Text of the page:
Network Guide


Equipment Needed

1) The internet

2) Modem

3) Wireless

4) Computer

The first thing you do is plug your modem into your phone line along your phone after you have done that you need to plug your modem in your router or hub.

Setting up

Getting Started - What Do I Need?

Firstly you need to make sure you have the right equipment. To set up a wireless home network you will need the following:

  • Broadband internet access
  • A compatible modem (ADSL or Cable)
  • A wireless router (or BT Home Hub, Orange Livebox or equivalent branded hardware) with a firewall
  • A computer with built-in wireless networking support or a wireless network adapter
  • Wireless adapters for any other computers or laptops that may need them

Obviously, you'll need to have signed up for broadband internet access before setting up a wireless network. You'll also need a modem, which sits in between the broadband internet connection and the router. It's easiest to think of the internet as a large city, the modem as the airport, and the wireless router as the terminal leading to the various runways.

A wireless router converts the signals coming from the modem into a wireless broadcast which is then picked up by wireless-enabled devices around the home, such as laptops, games consoles and high-end mobile phones.

The router works in a similar way to the base station of a cordless telephone. There are three types of wireless networking technology available: 802.11a, 802.11b, and 802.11g.

We recommend buying a wireless router that supports 802.11g, because it transmits data throughout the home at high speeds and is compatible with almost everything. If this all sounds a bit confusing, it's worth knowing that manufacturers often advertise routers capable of supporting 802.11g simply as 'G' routers, and 802.11b types as 'B' routers and so on. Both the BT Home Hub and the Orange Livebox support 802.11g, so if you've signed up for services from either of these providers, then you don't have to worry about looking for a G router.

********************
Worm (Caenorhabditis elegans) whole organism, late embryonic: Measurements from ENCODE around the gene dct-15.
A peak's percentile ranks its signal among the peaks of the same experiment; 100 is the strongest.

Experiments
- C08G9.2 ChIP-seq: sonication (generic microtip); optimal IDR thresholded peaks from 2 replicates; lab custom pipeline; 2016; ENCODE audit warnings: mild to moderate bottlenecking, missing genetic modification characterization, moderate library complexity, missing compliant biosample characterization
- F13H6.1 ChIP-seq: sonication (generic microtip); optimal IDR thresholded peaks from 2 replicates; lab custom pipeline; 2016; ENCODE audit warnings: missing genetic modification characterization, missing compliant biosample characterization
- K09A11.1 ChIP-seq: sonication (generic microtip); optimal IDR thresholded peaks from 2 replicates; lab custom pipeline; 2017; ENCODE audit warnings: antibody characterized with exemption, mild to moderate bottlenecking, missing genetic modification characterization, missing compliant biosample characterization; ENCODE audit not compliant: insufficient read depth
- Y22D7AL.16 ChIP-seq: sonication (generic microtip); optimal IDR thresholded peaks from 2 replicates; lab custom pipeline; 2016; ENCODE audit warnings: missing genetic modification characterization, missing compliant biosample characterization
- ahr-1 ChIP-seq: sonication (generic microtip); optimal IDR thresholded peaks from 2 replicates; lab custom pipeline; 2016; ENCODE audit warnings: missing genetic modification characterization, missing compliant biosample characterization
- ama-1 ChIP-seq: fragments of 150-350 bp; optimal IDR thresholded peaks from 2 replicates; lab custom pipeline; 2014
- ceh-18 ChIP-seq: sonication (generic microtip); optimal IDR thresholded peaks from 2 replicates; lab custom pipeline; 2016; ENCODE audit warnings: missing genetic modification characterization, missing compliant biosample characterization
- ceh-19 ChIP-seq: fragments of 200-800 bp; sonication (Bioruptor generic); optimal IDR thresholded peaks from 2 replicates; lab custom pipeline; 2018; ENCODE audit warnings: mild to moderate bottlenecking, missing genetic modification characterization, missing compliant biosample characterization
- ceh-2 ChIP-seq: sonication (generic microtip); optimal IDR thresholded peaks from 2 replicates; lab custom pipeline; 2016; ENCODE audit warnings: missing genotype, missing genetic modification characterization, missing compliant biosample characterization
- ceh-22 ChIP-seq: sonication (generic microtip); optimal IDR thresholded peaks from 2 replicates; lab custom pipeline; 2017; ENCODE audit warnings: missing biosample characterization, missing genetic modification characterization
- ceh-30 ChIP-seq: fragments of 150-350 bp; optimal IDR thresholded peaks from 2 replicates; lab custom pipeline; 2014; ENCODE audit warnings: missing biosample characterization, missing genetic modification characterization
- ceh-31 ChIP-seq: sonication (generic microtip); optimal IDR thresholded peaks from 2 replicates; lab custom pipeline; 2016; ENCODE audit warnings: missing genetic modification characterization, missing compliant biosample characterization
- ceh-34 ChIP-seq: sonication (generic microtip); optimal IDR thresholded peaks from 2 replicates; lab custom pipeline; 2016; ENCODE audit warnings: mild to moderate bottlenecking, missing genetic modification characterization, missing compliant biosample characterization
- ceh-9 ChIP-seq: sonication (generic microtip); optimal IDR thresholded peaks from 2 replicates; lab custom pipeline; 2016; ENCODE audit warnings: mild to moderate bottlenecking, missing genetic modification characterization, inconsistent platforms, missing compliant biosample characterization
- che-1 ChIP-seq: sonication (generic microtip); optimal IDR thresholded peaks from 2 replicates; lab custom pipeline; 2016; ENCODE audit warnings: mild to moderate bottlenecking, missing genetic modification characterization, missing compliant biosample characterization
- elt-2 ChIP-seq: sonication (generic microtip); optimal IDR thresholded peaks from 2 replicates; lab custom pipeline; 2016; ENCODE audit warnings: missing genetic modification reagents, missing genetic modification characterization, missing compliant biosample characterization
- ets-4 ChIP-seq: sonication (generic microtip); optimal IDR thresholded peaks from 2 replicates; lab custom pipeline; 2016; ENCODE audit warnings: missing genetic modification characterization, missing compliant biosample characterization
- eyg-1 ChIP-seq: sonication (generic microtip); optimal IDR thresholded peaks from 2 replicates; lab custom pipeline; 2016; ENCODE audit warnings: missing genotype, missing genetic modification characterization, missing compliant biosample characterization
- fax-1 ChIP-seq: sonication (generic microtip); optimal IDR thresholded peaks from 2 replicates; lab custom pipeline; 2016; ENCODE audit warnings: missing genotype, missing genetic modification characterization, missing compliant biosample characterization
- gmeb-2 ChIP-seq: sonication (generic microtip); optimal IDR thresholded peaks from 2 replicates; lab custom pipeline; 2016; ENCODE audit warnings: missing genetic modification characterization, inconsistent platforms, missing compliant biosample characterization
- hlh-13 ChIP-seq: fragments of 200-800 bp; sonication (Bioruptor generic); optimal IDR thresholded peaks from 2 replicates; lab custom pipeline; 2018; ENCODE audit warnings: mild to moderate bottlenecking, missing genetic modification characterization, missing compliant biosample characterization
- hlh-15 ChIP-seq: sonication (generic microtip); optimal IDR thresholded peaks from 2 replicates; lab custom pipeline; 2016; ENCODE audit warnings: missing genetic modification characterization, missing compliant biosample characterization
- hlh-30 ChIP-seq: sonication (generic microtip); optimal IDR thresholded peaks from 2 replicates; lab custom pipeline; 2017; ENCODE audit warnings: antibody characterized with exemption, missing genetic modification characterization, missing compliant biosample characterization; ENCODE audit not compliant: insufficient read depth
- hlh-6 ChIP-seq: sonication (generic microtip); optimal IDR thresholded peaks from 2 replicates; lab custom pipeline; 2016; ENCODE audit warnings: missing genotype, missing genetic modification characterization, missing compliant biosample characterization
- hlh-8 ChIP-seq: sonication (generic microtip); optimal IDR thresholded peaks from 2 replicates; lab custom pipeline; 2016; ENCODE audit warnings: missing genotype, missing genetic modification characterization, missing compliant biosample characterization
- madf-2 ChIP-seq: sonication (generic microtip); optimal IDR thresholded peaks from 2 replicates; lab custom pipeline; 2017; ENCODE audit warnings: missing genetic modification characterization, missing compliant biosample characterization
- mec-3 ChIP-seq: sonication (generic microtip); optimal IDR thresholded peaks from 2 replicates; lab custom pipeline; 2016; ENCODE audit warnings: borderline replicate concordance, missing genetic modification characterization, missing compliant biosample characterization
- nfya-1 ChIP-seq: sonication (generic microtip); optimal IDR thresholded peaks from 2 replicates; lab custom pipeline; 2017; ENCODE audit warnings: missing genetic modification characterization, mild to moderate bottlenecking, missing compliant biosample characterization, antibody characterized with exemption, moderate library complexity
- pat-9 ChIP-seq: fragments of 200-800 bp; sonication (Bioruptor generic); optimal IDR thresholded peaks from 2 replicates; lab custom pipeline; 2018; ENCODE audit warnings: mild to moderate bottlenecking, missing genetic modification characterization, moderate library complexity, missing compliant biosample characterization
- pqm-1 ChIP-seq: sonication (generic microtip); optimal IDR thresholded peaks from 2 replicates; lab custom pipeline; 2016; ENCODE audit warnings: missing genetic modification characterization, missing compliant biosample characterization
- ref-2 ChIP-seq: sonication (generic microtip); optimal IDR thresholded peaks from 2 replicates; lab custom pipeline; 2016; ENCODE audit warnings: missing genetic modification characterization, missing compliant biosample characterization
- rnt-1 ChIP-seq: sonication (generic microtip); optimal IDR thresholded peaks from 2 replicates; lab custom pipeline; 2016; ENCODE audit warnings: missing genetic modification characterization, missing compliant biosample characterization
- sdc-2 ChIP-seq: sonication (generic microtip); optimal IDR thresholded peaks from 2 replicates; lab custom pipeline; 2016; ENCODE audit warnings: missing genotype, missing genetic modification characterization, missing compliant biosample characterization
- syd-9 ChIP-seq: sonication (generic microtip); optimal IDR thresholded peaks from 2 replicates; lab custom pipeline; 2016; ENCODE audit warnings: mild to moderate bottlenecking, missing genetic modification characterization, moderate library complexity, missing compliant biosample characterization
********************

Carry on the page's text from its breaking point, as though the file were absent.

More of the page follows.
Choose one computer in the home to be the main 'hub' computer. In a busy household, this would ideally be the most powerful and up to date computer in the home so that installation and set-up proceeds as quickly and smoothly as possible.

1. Connecting your wireless router

As there are many different types and makes of wireless router, not all of them will follow the exact same set-up procedure as described below - always follow the instructions which come supplied in the box. This guide however should at least give you a rough idea of what to expect:

  • Firstly, locate your modem, switch it off and unplug it - this will temporarily disconnect you from the internet, so make sure you're not running anything crucial or updating when you do this.
  • Connect your wireless router to your modem. After you have finished setting up, the router will pick up signals from the modem and transmit them wirelessly to your computer.
  • If your computer is currently connected directly to your modem, unplug the network cable from your computer and plug it into the port which will be labelled either 'Internet', 'WAN' or 'WLAN' on the wireless router.
  • Plug in your modem and switch it back on. It will take a few minutes to connect to the internet. Then, plug in and switch on your wireless router. A green light will show when the router has successfully connected to your modem.


  • If your are replacing your existing router for a new one, unplug the network cable from the Internet/WAN/WLAN port on your original router, and plug it into the equivalent port on the new one. Basically, unplug any other network cables from the original router and connect them to any available ports on your new wireless router.

2. Configuring your wireless modem and Security Settings

Once you're all set up, all you need to do now is configure your wireless router. This might sound a bit daunting, but all you're really doing is setting up your router so that it is able to 'recognise' the computers in your home that want to connect to the internet. By setting up a password, you can choose which computers can have access to your wireless network, therefore keeping your connection secure.

There will be a web address and password supplied with your wireless router. Open up your web browser (Internet Explorer, Firefox, Chrome, etc.) and type the address into the address bar at the top and press enter. It should look something like this: